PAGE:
Jean Monnet Center at NYU School of Law


VII. Conclusions

1. The Treaty provision concerning the accession of new Member States contains only few conditions of a substantive nature. In particular, it does not regulate the extent to which modifications to the Treaty and thereby exceptions from the uniform application of Community law can be agreed upon on the occasion of an accession. From general principles one can, however, conclude that at an accession only such modifications are admissible which leave the identity of the Community untouched. Therefore, the fundamental principles of the Community, i.e. its institutional framework and the basic structural principles, must be preserved without change.

2. The principles of unity of law and non-discrimination between Member States and Union citizens demand the justification of transitional measures in every individual case. The adaptation difficulties that result from the accession of new Member States can serve as justification. In addition, a certain leeway for discretion exists. Exceptions from Community law caused by accessions need to fulfill a function of adaptation and security. This has been the case with the practice of the enlargements of the Community so far.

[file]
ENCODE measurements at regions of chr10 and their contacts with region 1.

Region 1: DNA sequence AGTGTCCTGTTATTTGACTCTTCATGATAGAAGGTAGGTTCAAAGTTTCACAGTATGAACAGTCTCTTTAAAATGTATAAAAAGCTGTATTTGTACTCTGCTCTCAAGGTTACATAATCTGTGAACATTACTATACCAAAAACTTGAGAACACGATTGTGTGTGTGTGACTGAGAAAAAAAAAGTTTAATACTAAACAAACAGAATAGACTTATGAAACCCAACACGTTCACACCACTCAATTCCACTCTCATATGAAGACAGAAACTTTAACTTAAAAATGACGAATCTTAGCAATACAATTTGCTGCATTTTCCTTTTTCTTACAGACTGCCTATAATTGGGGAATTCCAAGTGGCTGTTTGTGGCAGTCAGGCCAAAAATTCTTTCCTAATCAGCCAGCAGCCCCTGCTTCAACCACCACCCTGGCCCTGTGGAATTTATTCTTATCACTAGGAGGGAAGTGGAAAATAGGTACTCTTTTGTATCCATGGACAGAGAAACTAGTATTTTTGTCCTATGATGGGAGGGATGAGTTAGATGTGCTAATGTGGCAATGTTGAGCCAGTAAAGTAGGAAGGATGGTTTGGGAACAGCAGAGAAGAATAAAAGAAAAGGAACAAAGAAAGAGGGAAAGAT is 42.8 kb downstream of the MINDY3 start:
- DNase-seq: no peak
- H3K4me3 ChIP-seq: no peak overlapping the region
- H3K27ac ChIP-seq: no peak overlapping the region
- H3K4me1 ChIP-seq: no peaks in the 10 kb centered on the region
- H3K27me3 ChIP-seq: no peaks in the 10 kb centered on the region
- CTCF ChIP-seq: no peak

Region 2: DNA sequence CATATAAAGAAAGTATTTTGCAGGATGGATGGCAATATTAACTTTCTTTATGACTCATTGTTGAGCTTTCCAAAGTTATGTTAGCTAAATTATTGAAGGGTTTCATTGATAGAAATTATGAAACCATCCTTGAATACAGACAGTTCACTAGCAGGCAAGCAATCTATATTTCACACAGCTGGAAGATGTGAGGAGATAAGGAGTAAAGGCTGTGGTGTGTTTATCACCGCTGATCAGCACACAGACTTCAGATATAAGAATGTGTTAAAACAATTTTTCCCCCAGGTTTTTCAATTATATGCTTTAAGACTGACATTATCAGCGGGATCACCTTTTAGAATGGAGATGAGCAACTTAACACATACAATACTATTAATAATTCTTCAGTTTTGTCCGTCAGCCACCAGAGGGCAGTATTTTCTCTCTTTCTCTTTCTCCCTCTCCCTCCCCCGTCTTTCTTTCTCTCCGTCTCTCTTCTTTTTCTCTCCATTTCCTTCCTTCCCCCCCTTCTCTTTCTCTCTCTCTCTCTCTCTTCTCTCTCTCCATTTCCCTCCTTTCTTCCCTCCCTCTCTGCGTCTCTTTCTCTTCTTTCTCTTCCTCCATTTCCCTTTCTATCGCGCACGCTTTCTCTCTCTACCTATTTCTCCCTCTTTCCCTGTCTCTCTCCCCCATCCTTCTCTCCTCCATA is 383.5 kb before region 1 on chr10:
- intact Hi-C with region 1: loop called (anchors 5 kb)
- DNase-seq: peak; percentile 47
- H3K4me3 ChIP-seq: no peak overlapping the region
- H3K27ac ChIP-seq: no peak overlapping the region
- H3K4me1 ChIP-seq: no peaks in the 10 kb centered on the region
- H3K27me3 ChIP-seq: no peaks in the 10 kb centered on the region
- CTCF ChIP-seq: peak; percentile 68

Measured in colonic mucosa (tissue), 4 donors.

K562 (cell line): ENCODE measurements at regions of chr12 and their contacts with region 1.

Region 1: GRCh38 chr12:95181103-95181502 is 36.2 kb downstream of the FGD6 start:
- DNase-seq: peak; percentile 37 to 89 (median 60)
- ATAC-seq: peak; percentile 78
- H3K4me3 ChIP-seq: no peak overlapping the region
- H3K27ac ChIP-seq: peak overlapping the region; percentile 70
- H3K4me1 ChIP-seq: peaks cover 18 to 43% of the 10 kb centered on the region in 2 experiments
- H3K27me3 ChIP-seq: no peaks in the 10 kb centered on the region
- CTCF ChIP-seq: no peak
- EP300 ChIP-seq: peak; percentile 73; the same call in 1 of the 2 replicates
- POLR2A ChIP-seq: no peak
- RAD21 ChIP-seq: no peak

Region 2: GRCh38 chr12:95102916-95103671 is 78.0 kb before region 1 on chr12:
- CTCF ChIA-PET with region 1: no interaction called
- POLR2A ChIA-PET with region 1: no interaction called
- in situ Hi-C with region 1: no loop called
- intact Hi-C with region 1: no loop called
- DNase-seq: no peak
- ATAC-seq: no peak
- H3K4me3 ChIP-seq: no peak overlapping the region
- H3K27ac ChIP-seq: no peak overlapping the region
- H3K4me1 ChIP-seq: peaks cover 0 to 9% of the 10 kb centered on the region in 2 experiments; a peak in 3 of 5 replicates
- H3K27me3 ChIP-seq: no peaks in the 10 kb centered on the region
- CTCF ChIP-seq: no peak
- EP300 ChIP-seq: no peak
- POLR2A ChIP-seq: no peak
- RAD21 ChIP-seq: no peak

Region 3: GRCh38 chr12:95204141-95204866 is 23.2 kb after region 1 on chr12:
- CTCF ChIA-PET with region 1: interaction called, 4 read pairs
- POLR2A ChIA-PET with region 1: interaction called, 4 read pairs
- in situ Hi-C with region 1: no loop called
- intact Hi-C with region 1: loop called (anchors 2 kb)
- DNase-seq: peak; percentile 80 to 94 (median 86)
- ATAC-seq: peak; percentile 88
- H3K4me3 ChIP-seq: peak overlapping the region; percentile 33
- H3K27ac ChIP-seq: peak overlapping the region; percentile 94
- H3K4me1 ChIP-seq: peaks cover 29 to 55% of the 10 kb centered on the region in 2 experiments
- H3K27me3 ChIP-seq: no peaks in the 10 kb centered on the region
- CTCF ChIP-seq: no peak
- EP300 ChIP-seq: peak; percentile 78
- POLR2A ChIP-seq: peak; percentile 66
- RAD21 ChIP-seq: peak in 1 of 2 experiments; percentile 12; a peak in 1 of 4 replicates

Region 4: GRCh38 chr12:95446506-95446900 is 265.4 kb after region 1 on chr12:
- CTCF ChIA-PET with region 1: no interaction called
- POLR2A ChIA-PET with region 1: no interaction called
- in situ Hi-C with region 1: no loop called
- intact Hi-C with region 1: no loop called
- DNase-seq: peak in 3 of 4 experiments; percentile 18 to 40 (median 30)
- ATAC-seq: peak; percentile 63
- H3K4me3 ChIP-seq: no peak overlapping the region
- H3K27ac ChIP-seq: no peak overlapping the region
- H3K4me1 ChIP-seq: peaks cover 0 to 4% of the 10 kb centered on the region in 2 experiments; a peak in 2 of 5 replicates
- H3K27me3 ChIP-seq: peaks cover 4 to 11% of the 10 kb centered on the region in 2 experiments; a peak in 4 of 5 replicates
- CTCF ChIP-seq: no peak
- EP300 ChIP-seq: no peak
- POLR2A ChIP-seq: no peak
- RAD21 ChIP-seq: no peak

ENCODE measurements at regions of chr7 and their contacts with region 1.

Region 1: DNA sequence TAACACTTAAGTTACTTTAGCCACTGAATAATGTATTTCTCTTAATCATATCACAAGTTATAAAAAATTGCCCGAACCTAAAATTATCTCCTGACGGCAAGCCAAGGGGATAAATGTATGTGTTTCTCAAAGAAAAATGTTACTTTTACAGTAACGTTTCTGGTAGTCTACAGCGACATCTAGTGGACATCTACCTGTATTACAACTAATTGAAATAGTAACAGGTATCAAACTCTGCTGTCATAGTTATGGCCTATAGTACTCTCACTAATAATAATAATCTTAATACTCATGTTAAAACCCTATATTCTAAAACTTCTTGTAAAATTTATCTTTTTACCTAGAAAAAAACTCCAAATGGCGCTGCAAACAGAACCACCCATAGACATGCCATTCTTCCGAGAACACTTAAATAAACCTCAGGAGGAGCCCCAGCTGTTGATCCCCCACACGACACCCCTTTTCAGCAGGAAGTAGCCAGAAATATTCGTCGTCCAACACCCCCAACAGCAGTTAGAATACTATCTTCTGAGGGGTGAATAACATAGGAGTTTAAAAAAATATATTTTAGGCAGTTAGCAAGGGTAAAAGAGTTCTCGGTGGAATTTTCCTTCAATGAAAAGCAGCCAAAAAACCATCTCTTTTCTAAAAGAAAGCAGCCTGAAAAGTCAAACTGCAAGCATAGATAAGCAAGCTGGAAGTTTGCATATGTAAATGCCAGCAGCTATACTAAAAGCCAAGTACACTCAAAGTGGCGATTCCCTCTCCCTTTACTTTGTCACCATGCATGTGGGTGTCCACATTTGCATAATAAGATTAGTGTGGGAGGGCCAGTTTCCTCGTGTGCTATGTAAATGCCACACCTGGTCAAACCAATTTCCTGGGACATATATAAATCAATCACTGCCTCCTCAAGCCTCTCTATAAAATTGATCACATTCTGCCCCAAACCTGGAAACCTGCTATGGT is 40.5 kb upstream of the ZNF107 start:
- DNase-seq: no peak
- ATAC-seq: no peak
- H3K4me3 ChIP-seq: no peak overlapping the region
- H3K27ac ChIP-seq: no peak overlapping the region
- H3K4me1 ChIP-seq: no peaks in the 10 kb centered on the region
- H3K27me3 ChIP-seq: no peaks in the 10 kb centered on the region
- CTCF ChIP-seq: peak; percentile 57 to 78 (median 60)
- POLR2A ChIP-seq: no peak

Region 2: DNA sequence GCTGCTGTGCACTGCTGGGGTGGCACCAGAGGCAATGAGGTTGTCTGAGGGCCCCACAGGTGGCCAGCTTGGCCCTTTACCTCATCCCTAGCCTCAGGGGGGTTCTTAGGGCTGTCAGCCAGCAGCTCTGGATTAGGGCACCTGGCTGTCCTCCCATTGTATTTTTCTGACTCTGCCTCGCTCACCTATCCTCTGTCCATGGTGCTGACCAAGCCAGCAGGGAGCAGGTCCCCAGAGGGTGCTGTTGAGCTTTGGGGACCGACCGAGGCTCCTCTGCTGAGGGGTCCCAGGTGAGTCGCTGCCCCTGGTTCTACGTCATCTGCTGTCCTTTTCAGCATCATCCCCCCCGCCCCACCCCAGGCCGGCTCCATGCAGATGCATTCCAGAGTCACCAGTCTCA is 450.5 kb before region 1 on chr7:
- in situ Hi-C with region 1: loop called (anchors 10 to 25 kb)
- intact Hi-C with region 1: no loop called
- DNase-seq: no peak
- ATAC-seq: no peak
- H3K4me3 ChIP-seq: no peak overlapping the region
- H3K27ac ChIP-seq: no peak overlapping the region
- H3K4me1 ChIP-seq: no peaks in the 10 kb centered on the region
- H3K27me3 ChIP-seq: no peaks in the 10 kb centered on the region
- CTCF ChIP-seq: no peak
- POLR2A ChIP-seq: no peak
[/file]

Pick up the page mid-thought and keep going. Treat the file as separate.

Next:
3. The possibility of justification of transitional measures leads to a variable system for the admissibility of provisions which have to distinguish a substantive and a time-related component. Exceptions are prohibited if they change those fundamental principles defining the identity of the Community. The less closely related they are to those fundamental principles, i.e. the less important the involved legal rules are for the identity of the Community, the easier they are to justify. Also, the possibilities of justifying an exception are greater if the exception only exists for a short time. Exceptions are not allowed permanently as far as they refer to fundamental Community law.

4. As it stands now, limits to the amendment of the Treaties are still disputable, and they are not subject to judicial review. A more differentiated approach could, at least, change this situation with regard to a distinction between modifications in substance and modifications within the accession process.



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